Herb Jeffries, Star of Black Cowboy Films, Dies at 100

Herb Jeffries Dead: Star of Black
Frederick M. Brown/Getty

Herb Jeffries, a pioneer in African American-targeted Western movies and jazz singer known as the “Bronze Buckaroo,” has died. He was 100.

Jeffries died of heart failure in West Hills, Calif. on Sunday, according to the L.A. Times. His health had been declining for some time.

The multitalented Jeffries embraced his mixed heritage — he was of Irish, Ethiopian, Sicilian, French, Moorish and Italian descent — and appeared in his first film in 1937. The movie, “Harlem of the Prairie,” was targeted to black audiences, and jump-started the career for the blue-eyed actor.

In 1939, he appeared in “The Bronze Buckaroo,” cementing his reputation as the African American Gene Autry. He would become a go-to singing cowboy in Hollywood, the good guy riding in on a white horse named Stardust. Other credits during the period include Westerns “Harlem Rides the Range” (1939) and “Two-Gun Man From Harlem” (1939), where he sang “I’m a Happy Cowboy.”

Later he starred opposite Angie Dickinson in the musical romance “Calypso Joe” (1957).

He portrayed himself in Western comedy “The Cherokee Kid” in 1996.

The actor also appeared on television from time to time, guesting on series including “The Virginian” and “Hawaii Five-O” and contributing one of the voices to the brief Hanna Barbera cartoon series “Where’s Huddles?” in 1970.

Jeffries also had a successful singing career outside of movies, appearing with the Duke Ellington Orchestra as well as other pop orchestras in the 1940s Swing Era. He became best known for jazz hit “Flamingo,” which he sang with Ellington. The song took advantage of his signature baritone voice and would go on to become a jazz classic, selling millions.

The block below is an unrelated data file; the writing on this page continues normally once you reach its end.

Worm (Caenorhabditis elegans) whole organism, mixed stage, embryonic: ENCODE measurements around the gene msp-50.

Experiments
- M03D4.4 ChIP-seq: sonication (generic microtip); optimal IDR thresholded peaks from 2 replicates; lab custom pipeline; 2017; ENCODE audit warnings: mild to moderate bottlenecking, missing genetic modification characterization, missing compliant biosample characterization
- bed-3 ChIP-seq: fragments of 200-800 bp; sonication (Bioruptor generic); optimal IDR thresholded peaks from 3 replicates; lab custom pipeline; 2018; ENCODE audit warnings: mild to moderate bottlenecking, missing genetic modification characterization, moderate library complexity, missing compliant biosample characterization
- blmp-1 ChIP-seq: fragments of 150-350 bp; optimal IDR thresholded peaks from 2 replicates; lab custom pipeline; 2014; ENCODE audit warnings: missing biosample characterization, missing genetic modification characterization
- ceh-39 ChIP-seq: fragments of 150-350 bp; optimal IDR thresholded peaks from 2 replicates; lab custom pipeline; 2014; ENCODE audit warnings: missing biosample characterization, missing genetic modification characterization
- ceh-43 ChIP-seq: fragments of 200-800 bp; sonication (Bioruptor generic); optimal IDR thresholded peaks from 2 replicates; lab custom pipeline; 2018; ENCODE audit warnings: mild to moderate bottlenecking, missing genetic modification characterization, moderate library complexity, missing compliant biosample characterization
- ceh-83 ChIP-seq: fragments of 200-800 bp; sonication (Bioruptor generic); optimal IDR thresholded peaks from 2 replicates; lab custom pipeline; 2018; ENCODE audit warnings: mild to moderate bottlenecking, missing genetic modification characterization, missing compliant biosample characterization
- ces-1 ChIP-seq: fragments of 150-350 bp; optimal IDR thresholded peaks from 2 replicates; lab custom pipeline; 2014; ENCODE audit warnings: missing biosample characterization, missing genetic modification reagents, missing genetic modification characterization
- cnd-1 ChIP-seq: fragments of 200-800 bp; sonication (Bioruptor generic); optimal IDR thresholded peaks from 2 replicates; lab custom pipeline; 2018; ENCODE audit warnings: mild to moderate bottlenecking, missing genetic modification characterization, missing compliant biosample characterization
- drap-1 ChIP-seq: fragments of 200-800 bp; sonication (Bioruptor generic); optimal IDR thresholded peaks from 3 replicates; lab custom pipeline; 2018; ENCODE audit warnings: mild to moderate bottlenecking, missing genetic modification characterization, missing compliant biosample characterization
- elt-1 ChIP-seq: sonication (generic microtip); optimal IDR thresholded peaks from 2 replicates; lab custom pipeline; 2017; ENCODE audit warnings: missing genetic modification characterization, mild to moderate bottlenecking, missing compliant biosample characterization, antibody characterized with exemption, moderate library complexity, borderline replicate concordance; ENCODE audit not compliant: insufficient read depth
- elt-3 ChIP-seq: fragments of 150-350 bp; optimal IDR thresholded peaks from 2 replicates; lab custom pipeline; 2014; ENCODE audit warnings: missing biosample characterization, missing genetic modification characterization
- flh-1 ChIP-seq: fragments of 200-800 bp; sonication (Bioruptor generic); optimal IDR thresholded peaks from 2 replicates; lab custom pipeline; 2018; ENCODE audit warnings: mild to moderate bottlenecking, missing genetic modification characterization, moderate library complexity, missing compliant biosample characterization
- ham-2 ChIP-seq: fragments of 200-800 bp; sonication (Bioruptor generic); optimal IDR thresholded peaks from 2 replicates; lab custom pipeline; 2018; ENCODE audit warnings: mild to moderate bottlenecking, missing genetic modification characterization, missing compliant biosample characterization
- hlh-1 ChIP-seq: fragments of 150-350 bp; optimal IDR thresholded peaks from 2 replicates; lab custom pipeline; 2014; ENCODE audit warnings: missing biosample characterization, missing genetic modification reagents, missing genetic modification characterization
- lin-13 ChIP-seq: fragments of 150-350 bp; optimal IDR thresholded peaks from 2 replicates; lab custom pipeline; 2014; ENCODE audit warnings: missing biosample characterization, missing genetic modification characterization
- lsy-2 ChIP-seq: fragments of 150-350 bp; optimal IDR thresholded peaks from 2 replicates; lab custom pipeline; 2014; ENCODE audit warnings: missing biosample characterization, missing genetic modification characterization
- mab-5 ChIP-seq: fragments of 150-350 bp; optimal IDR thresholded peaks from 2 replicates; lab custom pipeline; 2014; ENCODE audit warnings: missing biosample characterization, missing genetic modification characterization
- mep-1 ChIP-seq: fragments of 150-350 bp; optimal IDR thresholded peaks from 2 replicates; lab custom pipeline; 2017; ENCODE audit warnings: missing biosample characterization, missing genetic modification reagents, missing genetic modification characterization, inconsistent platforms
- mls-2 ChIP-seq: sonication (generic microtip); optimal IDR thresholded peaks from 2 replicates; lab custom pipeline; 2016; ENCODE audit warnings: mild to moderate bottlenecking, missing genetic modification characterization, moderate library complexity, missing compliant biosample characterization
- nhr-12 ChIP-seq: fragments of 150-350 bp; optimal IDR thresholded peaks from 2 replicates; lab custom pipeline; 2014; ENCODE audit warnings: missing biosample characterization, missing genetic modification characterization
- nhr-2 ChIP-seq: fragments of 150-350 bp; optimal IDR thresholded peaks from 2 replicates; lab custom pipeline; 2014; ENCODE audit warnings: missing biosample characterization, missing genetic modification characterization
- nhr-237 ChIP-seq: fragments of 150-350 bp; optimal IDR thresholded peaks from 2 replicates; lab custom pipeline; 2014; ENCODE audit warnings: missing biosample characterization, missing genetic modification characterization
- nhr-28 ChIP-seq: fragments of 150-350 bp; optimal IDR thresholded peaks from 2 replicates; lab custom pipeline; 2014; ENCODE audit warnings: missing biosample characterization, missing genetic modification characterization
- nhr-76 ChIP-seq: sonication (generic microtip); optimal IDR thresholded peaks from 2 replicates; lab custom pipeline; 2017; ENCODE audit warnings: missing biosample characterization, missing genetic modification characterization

Most recently, he recorded an album of Western songs in 1995 called “The Bronze Buckaroo Rides Again.” The record was well received by critics.

In 2004, the pioneer was inducted into the Western Performers Hall of Fame at the National Cowboy & Western Heritage Museum.

He was born Umberto Alexander Valentino in 1913 in Detroit. His survivors include his wife Savannah and five children.

Want to read more articles like this one? SUBSCRIBE TO VARIETY TODAY.
Post A Comment 3

Leave a Reply


Comments are moderated. They may be edited for clarity and reprinting in whole or in part in Variety publications.

Fill in your details below or click an icon to log in:

WordPress.com Logo

You are commenting using your WordPress.com account. Log Out / Change )

Twitter picture

You are commenting using your Twitter account. Log Out / Change )

Facebook photo

You are commenting using your Facebook account. Log Out / Change )

Google+ photo

You are commenting using your Google+ account. Log Out / Change )

Connecting to %s

  1. handsomerandyolderladbrad1953@gmail.com says:

    Yeah,but I’m TODAY’S Blue Black Cowboy!!!!!!!

  2. carlos ze-dukes says:

    Herb Jefferies a man of many talents…what a great Singer Baritone…and Actor…….Truly a Pioneer in the world of Colored, black, Negro…mixed people….love you and I feel proud to have just discovered you on the Black Vocal Varities..1945…..special man….wow! lived to 100 years! 1913-2014! bless you and your family and the world of fans…C.Ze-dukes

More Film News from Variety